15 ways of looking at Toronto’s best-known store.
The announcement last month that Honest Ed’s was up for sale (estimated price tag for that amazing Bathurst/Bloor real estate: $100 million) elicited mostly polarized responses, suggesting that a majority of Torontonians either love the store’s retro vibe or are embarrassed by it. But there are many other ways—15 of them, by our count—to look at the place. Here, an unsentimental but generally affectionate collection of takes on Toronto’s kitsch capital (and accompanying pseudo-scientific analysis of the impact its eventual closing will have on the city).
1. As historical tie to the postwar period
When Honest Ed’s opened in 1948, there was no such thing as a discount department store. Kresge’s, Towers, and Zellers were still decades away, and that world-straddling bargain-behemoth Walmart wasn’t founded in the U.S. until the early 1960s. In a Toronto where Simpson’s and Eaton’s served the middle and upper classes from their august outlets along Yonge, Honest Ed’s was something new. In the block of retail storefronts he’d purchased for $25,000 along Bloor Street, Ed Mirvish offered the goods he’d picked up in bulk with the distinctly non-Eaton’s promise: “Name your price! No reasonable offer refused!”
Back then, there were no suburbs to speak of, at least not as we now know them, and none of the big-box stores that currently define those areas. In postwar Toronto, the Annex was a landing spot for immigrants. (Mirvish himself was one, having been born in Virginia, then moving to Toronto in 1923 at age nine.) Along with the poor from around the city, these new arrivals found staples they could afford in Mirvish’s growing warehouse. Soon enough, there was an immigration consultant there, along with Canada’s first discount pharmacy.
Mirvish somehow made the process of lining up to buy ladies underpants seem like fun. His motto—“No service, no parking, no credit, no refunds, no frills of any kind”—was less a warning than a boast.
The store’s age is revealed through its outdated décor, but its various museum-like elements also tell the story of the city: the framed photos of celebrities who’ve visited, the news items hung outside that commemorate big sales stunts of the past. You can read the store like the rings of a tree trunk, decoding the ads for “door crasher specials” that tie us to the Toronto our parents and grandparents knew.—E.K.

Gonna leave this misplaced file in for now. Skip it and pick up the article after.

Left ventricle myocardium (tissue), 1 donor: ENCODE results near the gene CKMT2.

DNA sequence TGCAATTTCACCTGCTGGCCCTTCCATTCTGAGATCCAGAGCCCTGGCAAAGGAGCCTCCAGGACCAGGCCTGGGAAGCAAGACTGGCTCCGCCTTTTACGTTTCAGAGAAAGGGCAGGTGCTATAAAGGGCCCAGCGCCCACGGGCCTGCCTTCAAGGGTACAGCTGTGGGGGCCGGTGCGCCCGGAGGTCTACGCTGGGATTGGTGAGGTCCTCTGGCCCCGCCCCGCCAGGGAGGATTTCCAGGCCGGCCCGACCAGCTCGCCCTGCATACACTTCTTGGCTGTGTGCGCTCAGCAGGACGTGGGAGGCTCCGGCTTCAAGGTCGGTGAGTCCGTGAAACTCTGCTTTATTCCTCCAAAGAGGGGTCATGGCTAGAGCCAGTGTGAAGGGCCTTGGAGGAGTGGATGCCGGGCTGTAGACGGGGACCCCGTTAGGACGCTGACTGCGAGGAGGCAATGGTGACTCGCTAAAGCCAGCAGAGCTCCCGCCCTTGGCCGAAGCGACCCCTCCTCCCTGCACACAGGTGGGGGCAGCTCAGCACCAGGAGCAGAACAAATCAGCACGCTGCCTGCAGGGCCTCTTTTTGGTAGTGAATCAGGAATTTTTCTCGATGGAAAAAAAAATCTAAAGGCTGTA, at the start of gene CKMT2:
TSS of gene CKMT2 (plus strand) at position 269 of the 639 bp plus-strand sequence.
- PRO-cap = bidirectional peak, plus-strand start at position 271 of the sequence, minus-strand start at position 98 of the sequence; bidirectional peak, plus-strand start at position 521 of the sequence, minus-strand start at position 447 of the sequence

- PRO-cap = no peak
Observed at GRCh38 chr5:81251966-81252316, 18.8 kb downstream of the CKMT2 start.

How much will the city miss this aspect of Honest Ed’s (out of 10)?: 8. We don’t have a proper city museum, but Honest Ed’s comes close.
2. As comic relief
Honest Ed’s a master of corny jokes! They call him the Kernel!!
Honest Ed’s full of stale one-liners! They’re so brittle you could break a tooth on ’em!!
Honest Ed doesn’t want you to take him seriously. But seriously, someone take him!!
Honest Ed’s no Louis C.K. But his jokes are big enough for all to see! K?
How much will the city miss this aspect of Honest Ed’s (out of 10)?: 3. We’ll miss the corniness, but the city has plenty of other comedians.
3. As tourist destination
From The Toronto Guide, 1966-67, by Andrew Hepburn:
“Honest Ed’s—581 Bloor Street West at Bathurst, west edge of midtown. One of the most famous and remarkable stores in Canada, advertising itself as the world’s wackiest bargain store. Vast assortments of marked-down merchandise, which armies of shoppers fight over to buy and enjoy doing it.”
How much will the city miss this aspect of Honest Ed’s (out of 10)?: 4. Hey, we’ll still have Casa Loma, right?
Photo: Shlomi Amiga/The Grid
4. As unlikely source of pretzel bliss
It’s 9:30 in the morning and a woman rolls and twists dough at her window-side workspace, watching would-be customers pass by. Her name is Milka Cobanov, and from her small shop housed within the walls of Honest Ed’s, she makes quite possibly the finest soft pretzels this city has to offer: Gargantuan twists that put ballpark offerings to shame, and pillowy, buttery “bites,” each studded with salt, or dusted with cinnamon and sugar.